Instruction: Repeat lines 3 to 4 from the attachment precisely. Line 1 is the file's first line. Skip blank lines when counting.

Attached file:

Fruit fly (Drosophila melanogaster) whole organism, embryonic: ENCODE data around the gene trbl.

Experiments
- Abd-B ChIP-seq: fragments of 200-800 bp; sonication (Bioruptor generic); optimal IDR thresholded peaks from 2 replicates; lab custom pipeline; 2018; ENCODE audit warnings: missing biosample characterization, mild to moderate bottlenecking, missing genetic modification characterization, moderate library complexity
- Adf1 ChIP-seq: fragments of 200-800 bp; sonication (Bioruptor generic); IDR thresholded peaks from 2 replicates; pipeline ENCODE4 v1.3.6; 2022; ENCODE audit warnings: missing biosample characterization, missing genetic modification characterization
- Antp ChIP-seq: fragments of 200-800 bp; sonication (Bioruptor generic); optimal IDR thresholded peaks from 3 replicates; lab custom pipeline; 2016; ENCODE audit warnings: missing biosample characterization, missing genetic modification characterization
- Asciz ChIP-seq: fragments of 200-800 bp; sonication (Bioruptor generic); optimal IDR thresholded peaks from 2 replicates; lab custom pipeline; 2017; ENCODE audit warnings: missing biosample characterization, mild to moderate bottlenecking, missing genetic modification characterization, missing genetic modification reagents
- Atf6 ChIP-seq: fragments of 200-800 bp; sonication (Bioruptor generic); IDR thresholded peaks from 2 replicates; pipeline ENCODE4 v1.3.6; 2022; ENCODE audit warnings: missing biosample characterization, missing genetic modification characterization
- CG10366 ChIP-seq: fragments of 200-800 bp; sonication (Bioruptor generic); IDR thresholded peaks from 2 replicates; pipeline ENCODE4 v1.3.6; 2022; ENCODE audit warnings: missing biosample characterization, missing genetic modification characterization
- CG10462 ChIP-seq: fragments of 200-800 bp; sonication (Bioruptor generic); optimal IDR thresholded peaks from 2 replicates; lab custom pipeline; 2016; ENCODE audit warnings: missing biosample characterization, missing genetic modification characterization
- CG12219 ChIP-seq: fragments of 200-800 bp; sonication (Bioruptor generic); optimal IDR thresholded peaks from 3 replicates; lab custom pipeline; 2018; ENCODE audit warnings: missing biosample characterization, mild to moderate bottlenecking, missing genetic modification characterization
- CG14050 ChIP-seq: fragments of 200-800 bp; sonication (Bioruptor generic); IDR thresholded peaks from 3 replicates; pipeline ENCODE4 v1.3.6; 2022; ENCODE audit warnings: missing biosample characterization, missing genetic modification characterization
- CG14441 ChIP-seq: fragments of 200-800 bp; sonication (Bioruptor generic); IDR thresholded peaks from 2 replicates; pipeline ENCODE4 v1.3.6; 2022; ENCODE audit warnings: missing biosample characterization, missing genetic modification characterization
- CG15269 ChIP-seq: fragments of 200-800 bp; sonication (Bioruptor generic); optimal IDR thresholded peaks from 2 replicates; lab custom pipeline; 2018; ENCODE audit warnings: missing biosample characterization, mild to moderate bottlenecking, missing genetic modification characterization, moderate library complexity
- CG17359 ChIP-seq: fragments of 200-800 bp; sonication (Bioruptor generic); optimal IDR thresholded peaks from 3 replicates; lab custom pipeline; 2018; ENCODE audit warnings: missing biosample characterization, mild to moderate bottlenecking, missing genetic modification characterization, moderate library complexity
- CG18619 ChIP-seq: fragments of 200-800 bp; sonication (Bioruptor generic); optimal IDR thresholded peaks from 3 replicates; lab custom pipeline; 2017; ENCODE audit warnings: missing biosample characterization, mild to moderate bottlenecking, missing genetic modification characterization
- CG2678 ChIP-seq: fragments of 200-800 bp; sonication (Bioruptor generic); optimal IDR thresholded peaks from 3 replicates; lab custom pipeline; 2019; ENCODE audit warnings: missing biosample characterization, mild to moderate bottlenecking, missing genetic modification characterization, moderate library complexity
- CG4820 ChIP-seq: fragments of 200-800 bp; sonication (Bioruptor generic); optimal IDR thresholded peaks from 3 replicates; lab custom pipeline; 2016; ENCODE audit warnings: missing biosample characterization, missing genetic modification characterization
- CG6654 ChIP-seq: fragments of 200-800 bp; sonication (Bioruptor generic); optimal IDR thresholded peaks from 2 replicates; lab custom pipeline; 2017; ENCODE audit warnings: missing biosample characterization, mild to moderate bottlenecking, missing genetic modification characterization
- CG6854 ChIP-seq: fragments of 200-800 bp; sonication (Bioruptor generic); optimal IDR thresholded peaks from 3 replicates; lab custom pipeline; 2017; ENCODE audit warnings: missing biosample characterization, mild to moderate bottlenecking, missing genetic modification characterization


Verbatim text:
- Abd-B ChIP-seq: fragments of 200-800 bp; sonication (Bioruptor generic); optimal IDR thresholded peaks from 2 replicates; lab custom pipeline; 2018; ENCODE audit warnings: missing biosample characterization, mild to moderate bottlenecking, missing genetic modification characterization, moderate library complexity
- Adf1 ChIP-seq: fragments of 200-800 bp; sonication (Bioruptor generic); IDR thresholded peaks from 2 replicates; pipeline ENCODE4 v1.3.6; 2022; ENCODE audit warnings: missing biosample characterization, missing genetic modification characterization